The map below shows the locations of the various art museums in Pennsylvania. Each museum is denoted with a symbol and additional details such as the museum's name, nearest city, address, date established, affiliations, art styles, and web address can be found when selecting a location. In areas with overlapping museums, zoom in to see all of the museums present. Hitting the button will return you to the original view. The button will ask to access to your location before providing your exact location on the map.
With two major cities and a knack for preserving its historical character, it is unsurprising that Pennsylvania is home to many well-known art museums. The museums scattered throughout the state encompass a wide range of art styles including contemporary, modern, classical, historical, and regional. Some of the United States' finest art institutions are situated within Pennsylvania's two major cities.
The Philadelphia Museum of Art features over 240,000 pieces of art, many of which are world-renowned, and saw 793,000 visitors in 2017. Pittsburgh is home to The Andy Warhol Museum, the largest museum in North America featuring one artist; and the Carnegie Museum of Art, the first museum in the United States to primarily display contemporary art. As significant as these museums are, the majority of Pennsylvania's art museums are locally founded and reflect the unique character and history of the area. Some popular regional institutions include the Allentown Art Museum of Allentown, PA, the Brandywine River Museum of Chadds Ford, PA, and the Southern Alleghenies Museum of Art which operates locations in Altoona, Bedford, Johnstown, Ligionier, and Loretto through the longest-running museum satellite system in the United States.
Although often conflated, art museums differ from art galleries both in intent and in how they are operated and funded. In general, art museums are public and non-profit establishments that showcase art for public viewing and educational purposes. This is often in addition to other important services such as the collection, research, restoration, and preservation of art or historical objects. Art galleries, on the other hand, display art with the intention for it to be purchased by visitors, and are often privately-owned and directly funded by the sales of the art in their galleries.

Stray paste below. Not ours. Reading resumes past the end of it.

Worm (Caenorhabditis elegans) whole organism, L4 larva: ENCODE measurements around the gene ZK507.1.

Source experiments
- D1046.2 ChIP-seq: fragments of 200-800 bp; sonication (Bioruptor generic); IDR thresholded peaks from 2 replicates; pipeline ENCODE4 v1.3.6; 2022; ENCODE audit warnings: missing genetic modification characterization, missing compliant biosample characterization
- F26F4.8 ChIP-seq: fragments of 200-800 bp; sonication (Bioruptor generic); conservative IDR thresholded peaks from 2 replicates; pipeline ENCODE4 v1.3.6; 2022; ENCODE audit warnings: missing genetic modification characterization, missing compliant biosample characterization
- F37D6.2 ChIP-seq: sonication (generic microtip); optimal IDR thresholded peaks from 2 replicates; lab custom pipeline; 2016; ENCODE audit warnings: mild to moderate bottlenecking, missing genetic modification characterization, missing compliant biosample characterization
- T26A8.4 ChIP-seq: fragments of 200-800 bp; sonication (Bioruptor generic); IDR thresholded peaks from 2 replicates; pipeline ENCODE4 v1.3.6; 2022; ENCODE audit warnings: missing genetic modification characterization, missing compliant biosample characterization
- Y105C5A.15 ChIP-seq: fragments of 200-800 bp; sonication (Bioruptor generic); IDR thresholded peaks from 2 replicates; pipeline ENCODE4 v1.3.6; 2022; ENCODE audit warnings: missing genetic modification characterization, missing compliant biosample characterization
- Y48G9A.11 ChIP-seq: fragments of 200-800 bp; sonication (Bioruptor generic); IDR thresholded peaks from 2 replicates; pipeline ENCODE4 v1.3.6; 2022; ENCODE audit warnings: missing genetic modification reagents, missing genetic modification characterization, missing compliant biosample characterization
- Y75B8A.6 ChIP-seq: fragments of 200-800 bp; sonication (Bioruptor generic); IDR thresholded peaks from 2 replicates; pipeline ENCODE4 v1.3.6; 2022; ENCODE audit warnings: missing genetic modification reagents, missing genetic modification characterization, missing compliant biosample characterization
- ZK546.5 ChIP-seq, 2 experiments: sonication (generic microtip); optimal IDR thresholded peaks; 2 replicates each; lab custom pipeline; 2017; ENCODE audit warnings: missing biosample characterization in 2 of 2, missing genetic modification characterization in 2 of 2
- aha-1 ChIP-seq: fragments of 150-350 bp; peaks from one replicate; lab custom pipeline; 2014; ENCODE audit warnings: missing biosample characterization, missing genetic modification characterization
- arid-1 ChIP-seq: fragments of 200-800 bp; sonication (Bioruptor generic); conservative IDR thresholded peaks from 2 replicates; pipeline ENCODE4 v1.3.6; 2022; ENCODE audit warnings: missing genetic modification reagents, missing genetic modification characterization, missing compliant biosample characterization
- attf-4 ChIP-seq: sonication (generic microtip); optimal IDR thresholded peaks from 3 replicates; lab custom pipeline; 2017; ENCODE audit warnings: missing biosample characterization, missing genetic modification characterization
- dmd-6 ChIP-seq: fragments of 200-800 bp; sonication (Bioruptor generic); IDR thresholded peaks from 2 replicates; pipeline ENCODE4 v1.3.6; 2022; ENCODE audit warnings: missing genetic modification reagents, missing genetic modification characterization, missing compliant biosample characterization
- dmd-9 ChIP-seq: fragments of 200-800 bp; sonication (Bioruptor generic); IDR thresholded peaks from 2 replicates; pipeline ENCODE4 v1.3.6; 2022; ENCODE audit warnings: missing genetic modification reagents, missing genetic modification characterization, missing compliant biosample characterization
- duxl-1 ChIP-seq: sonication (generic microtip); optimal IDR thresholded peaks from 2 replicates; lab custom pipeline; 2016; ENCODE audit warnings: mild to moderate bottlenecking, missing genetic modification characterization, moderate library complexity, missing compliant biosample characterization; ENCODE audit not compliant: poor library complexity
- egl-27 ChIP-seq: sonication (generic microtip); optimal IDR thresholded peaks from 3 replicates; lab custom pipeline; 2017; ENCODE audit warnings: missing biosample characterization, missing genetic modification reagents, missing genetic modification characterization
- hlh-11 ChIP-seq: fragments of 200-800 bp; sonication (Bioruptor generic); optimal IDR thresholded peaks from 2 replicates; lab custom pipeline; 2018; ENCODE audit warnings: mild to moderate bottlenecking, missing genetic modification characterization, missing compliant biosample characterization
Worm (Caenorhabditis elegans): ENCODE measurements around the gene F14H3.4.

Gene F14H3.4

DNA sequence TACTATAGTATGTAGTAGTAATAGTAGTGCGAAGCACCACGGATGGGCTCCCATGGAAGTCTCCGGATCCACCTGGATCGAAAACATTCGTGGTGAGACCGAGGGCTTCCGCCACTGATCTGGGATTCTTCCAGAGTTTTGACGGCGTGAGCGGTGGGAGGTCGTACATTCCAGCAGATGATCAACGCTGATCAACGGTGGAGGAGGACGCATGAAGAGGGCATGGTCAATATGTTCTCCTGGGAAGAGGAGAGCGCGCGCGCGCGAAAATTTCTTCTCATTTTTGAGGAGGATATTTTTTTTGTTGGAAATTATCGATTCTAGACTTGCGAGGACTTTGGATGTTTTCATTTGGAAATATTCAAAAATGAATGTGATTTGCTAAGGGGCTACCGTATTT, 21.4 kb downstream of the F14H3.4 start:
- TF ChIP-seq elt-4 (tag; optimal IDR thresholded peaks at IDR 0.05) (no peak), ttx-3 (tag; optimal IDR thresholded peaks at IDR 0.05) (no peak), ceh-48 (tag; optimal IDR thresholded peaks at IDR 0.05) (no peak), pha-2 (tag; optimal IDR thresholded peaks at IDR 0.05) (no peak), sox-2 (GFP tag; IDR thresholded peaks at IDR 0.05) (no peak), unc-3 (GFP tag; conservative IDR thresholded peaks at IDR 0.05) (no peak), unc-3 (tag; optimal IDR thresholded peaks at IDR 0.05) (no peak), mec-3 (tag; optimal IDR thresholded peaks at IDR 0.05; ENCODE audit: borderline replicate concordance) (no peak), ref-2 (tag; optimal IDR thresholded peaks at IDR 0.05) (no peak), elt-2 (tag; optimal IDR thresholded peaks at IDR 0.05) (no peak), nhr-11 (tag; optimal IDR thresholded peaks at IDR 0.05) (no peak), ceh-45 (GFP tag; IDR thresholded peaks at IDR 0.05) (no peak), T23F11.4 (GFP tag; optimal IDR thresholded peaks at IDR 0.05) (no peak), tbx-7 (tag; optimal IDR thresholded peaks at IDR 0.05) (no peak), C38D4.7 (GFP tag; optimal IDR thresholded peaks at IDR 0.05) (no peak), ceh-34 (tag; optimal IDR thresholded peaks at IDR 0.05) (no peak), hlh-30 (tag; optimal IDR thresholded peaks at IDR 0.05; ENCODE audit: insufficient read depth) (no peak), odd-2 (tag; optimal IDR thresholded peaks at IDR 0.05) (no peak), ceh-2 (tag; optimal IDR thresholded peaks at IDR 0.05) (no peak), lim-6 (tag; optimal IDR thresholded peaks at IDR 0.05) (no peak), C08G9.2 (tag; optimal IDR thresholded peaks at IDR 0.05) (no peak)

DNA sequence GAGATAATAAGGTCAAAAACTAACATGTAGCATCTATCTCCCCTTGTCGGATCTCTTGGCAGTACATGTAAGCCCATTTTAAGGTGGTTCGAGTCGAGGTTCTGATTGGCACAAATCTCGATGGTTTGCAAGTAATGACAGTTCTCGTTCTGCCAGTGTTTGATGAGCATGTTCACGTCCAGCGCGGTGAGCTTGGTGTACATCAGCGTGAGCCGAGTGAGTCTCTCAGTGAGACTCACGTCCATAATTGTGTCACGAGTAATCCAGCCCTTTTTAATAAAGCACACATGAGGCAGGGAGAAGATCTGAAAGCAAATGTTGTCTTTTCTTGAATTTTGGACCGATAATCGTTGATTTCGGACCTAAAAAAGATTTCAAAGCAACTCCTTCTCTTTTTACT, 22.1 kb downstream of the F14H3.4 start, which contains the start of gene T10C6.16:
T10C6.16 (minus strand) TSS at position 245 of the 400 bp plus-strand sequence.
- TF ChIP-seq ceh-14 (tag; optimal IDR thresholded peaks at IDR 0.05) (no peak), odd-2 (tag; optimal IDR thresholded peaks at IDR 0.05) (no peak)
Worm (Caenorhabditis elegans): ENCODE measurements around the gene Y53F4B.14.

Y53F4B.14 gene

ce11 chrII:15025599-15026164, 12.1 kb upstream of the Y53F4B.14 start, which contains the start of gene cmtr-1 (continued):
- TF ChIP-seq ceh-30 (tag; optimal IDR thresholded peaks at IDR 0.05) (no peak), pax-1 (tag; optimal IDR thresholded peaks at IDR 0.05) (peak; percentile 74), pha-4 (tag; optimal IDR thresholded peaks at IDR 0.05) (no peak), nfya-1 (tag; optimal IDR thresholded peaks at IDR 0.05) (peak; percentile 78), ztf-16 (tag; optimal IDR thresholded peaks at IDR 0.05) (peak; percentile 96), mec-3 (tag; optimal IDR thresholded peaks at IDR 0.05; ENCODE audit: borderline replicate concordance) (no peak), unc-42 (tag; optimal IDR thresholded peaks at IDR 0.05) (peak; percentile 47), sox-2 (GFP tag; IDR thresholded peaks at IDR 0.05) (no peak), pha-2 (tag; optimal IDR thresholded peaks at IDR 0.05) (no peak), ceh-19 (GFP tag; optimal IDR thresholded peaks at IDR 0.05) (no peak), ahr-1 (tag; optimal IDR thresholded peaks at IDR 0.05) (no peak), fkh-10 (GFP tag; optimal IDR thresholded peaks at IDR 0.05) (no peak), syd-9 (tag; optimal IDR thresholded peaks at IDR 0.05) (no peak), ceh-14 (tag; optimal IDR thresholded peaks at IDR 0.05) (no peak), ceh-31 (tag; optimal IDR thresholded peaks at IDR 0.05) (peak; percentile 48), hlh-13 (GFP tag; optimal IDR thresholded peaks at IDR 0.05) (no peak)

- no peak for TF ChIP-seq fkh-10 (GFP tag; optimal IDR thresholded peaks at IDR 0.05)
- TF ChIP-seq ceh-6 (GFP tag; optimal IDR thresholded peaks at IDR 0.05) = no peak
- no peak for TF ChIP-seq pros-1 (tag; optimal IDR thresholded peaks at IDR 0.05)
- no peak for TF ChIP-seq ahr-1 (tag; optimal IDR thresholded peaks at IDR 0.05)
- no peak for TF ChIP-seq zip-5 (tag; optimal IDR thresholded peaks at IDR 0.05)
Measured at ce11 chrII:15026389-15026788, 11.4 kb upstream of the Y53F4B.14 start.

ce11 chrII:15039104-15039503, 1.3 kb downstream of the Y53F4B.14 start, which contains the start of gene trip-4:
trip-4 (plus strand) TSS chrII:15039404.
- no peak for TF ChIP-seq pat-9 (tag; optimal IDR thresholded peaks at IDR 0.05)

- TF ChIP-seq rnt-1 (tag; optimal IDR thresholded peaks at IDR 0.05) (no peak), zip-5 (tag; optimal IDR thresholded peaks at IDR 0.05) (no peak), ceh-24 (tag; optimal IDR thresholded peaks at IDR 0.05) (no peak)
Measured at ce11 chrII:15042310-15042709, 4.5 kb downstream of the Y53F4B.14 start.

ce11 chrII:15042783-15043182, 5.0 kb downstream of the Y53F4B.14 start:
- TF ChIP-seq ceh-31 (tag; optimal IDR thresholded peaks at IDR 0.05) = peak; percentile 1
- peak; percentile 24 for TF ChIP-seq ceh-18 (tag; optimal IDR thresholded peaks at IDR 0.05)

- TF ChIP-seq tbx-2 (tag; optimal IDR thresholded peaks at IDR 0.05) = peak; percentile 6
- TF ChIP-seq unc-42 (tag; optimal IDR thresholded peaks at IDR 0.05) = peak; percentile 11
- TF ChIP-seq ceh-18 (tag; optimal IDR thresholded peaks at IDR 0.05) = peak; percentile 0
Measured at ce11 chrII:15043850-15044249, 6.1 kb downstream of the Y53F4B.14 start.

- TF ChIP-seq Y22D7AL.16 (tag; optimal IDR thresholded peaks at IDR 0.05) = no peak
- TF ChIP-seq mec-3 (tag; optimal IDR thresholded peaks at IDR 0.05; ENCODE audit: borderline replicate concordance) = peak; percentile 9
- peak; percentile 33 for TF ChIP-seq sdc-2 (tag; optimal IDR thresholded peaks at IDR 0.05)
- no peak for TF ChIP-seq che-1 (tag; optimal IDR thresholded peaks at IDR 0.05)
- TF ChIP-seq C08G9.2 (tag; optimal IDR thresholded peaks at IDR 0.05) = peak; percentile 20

The table below shows the number of museums featuring each art style in multiple exhibits. The art styles are described below the table.
|Number of Museums
- Contemporary refers to art that was created in the later half of the 20th century into the present day. Contemporary art is often recognized for its unique use of materials and subjects that are informed by current culture.
- Classical art typically refers to anything produced in the style popularized during the ancient Greek and Roman periods. By this definition, this includes both original period pieces as well as Renaissance or neoclassic art.
- Modern art was produced between the 1860s and the 1970s and was most known for its unique experimentation.
- Regional art is often centered around a particular artist or style that was influential in the local area and can span a variety of different mediums and styles.
- Other is used here to categorize any styles not widely seen across the state including American folk, pop, religious, and historical art.
Pennsylvania county boundaries data provided by PASDA.
Art museum locations found on each individual museum's website.
Art museum descriptive data compiled from Artcyclopedia, Wikipedia, and Art-Collecting.
Map and webpage created by Amanda Peters, Spring 2021.
Modifications by Dr. Geiger, 2021.